I previously published a series of posts on the Housing Bubble and the fate of Serial Refinancers who have been, in my opinion, fueling the boom in real estate. The effects are noticed in Michigan. First there was the boom of the late 1990s and early 2000s, where we grew accustomed to double-digit property appreciation, set in motion by loads of easy credit on questionable terms. The inevitable results are predictable. Today, in the tri-county, Metro-Detroit area, listings are up 30% from a year ago, however, sales are down 15% or so. More listings. Fewer sales?
Under conditions where prices are free to rise & fall in accordance with supply & demand, the increased number of listings in Michigan would be met, other things being equal, with a general reduction in the prices of houses being sold. But there’s no bargaining room left because of the massive credit squeeze and rising interest rates. Homeowners can’t sell because the market values the property less than the Note due.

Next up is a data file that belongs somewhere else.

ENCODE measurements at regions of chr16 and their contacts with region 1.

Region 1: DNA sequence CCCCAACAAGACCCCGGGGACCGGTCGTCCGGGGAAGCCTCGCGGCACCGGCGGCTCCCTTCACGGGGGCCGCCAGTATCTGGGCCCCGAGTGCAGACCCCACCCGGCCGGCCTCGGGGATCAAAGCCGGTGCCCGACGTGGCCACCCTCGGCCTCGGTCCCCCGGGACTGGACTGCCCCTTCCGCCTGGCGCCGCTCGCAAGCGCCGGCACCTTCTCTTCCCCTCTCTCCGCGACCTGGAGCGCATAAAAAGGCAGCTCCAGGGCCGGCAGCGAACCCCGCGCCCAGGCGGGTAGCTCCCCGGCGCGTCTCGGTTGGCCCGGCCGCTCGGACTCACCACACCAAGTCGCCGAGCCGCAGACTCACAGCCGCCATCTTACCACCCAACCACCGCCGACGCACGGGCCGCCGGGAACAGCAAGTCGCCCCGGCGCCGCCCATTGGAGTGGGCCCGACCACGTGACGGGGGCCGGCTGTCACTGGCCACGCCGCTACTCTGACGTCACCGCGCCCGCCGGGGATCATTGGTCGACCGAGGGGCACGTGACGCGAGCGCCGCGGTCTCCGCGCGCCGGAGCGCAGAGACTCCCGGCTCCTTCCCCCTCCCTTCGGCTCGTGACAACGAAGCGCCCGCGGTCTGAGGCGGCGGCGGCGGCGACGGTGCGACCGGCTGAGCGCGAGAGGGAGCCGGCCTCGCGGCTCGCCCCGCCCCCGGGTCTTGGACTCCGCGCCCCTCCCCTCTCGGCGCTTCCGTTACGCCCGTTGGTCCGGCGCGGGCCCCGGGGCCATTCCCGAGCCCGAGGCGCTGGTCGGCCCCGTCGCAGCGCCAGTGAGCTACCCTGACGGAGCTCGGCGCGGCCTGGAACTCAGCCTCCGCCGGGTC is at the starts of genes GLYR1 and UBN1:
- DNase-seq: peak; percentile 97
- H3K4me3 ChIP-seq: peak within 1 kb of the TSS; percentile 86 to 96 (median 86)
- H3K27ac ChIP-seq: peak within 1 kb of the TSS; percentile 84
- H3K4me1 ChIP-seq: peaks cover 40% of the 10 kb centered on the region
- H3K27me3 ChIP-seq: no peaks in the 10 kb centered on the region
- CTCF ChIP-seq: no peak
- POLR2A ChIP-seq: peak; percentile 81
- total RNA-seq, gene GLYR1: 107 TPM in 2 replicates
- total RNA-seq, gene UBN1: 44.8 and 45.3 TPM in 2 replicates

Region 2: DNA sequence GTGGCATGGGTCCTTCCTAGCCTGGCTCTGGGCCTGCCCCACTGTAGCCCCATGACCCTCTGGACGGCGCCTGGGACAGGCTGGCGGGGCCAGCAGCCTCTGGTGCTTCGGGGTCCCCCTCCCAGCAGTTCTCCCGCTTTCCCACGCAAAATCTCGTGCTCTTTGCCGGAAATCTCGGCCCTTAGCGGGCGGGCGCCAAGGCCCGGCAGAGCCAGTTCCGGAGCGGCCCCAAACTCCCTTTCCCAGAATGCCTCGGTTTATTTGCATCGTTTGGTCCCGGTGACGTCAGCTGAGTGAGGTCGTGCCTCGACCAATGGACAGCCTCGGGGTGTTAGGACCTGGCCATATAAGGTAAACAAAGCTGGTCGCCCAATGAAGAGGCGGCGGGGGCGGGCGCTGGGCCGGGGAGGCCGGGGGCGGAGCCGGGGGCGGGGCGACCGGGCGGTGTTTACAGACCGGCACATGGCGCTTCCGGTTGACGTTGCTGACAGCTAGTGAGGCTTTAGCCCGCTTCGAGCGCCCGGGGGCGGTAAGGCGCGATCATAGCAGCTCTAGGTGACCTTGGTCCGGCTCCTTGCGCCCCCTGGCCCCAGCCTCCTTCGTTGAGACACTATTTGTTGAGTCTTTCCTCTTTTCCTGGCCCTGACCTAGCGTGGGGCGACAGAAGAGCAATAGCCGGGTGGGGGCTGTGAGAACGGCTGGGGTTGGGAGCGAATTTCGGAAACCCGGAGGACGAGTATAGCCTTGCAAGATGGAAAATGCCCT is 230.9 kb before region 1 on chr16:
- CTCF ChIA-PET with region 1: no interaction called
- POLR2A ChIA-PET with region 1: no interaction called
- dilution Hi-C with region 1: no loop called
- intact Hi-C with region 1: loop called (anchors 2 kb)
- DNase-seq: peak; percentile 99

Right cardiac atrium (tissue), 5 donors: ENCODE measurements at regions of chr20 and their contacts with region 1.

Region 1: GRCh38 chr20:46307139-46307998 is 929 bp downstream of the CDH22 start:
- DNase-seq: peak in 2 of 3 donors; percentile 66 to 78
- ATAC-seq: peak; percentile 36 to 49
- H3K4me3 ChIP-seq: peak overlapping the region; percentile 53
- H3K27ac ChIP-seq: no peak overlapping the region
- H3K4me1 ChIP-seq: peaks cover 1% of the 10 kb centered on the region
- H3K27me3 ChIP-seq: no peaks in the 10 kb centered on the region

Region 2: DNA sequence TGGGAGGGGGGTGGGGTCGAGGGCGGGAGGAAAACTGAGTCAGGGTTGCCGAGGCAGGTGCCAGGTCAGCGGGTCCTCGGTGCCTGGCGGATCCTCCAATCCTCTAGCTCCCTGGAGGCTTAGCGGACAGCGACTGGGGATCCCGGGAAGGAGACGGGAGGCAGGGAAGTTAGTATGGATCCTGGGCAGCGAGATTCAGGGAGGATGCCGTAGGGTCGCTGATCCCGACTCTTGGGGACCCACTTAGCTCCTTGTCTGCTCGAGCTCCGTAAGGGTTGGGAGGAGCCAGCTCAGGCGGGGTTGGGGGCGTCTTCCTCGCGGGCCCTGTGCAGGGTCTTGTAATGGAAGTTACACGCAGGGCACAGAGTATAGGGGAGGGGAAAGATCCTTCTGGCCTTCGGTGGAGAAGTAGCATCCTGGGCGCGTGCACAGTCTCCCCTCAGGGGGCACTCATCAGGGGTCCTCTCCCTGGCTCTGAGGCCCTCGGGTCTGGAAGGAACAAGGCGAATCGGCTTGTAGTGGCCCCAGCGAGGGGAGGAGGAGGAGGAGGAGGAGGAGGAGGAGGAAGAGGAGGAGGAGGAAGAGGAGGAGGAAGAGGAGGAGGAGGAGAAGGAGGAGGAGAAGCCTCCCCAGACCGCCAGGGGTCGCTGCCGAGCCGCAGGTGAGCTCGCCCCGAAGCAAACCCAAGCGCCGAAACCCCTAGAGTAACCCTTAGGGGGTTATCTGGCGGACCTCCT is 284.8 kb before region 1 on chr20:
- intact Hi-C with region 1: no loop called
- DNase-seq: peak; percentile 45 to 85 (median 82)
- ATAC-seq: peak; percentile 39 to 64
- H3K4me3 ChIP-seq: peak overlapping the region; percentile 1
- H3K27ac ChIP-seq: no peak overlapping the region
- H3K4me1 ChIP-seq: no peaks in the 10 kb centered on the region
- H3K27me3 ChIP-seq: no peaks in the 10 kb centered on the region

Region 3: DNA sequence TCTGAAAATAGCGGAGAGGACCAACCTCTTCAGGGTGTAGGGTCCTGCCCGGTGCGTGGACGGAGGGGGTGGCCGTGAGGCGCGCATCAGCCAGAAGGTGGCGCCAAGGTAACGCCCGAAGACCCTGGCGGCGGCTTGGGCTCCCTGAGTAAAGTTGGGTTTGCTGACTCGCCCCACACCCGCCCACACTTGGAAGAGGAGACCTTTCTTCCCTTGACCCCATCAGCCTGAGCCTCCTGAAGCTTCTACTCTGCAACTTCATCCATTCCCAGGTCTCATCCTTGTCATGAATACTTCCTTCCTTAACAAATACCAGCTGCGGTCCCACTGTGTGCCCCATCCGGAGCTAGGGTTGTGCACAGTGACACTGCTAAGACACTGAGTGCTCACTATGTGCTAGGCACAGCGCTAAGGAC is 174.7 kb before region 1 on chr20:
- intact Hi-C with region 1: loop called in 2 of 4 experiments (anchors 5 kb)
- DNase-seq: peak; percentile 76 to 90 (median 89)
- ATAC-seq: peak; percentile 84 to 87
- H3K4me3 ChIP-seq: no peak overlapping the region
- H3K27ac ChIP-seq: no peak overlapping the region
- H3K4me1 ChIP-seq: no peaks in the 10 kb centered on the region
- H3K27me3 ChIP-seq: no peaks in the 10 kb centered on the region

“The biggest world investment boom in history, which we have been going through for the past decade, is becoming a bust, most notably in the US housing market.”
Over the last decade or so, many billions of dollars have been loaned out to purchasers, investors and real-estate speculators. The interest rates have been historically low, which has certainly enabled and encouraged the borrowing. But yet, this is a period in which personal savings are abysmal, at best. The investment boom coupled with the decline in the savings rate is characteristic of Austrian business cycle theory, and the situation reeks of interest rate manipulation.
What has the Fed done for you lately?